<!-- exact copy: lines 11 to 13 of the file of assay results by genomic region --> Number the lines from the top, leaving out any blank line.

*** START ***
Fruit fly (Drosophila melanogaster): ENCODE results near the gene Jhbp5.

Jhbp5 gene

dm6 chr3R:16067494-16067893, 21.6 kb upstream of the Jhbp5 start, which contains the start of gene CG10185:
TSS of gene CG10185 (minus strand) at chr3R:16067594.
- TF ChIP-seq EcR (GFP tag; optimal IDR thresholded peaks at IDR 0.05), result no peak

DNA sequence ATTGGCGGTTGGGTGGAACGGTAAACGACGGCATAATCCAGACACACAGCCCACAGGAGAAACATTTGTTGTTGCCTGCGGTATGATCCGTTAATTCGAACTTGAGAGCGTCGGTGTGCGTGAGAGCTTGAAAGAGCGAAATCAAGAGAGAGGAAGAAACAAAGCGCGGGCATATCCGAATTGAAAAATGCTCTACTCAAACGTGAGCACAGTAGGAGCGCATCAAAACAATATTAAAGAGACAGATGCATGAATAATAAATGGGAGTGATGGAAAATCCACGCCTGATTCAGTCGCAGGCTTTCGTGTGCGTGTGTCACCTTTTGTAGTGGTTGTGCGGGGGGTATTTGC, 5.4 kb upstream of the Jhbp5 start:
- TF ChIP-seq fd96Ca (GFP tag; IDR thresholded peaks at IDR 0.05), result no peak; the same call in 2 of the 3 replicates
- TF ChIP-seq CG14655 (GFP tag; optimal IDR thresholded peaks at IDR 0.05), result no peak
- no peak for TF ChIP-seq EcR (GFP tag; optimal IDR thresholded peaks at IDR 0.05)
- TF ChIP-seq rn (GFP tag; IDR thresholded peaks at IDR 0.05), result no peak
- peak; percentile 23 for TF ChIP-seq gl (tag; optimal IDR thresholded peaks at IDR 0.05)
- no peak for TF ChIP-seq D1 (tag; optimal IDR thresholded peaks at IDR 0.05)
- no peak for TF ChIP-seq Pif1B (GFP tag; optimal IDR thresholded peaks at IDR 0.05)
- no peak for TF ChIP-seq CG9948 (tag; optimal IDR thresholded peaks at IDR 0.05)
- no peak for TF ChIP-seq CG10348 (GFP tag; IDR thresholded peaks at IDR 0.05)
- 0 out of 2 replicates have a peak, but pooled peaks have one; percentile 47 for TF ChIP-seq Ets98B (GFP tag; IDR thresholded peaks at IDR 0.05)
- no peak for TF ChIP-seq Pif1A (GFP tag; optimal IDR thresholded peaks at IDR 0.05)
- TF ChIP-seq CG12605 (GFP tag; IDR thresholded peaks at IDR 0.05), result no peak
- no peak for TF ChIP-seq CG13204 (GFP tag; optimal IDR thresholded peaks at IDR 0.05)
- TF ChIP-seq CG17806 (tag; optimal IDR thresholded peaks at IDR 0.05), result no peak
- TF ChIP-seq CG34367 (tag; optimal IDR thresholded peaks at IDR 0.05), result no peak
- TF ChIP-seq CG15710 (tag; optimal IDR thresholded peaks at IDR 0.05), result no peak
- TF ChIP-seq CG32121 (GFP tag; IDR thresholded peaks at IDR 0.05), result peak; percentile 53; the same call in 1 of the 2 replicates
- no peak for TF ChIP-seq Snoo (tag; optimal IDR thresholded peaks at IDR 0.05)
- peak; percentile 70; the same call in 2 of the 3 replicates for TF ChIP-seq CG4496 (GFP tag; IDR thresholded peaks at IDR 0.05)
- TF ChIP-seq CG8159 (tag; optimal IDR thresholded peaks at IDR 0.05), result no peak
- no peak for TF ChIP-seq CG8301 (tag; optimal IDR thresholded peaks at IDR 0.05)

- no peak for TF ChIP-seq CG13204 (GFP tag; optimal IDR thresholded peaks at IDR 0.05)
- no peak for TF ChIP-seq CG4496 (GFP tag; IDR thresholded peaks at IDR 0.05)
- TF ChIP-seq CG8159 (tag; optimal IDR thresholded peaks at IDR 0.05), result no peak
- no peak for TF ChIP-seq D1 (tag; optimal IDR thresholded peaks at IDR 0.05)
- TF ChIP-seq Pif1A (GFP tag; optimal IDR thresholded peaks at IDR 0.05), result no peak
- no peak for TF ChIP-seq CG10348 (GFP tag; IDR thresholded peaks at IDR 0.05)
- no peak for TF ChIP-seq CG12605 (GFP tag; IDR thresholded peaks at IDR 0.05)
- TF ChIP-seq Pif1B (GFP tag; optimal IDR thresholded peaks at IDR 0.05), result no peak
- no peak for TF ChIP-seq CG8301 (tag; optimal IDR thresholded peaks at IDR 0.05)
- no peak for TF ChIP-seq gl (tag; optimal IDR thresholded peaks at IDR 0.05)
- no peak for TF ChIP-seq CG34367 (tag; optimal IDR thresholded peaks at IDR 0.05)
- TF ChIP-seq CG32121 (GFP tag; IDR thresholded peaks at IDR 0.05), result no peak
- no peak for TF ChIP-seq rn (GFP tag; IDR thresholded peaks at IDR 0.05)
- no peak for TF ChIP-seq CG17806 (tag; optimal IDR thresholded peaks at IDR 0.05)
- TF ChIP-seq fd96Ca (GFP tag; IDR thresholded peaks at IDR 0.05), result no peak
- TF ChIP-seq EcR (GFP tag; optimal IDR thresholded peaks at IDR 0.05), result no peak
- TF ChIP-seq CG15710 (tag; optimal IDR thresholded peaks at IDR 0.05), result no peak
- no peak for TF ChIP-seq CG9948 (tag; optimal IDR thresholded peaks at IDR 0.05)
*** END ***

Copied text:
- peak; percentile 23 for TF ChIP-seq gl (tag; optimal IDR thresholded peaks at IDR 0.05)
- no peak for TF ChIP-seq D1 (tag; optimal IDR thresholded peaks at IDR 0.05)
- no peak for TF ChIP-seq Pif1B (GFP tag; optimal IDR thresholded peaks at IDR 0.05)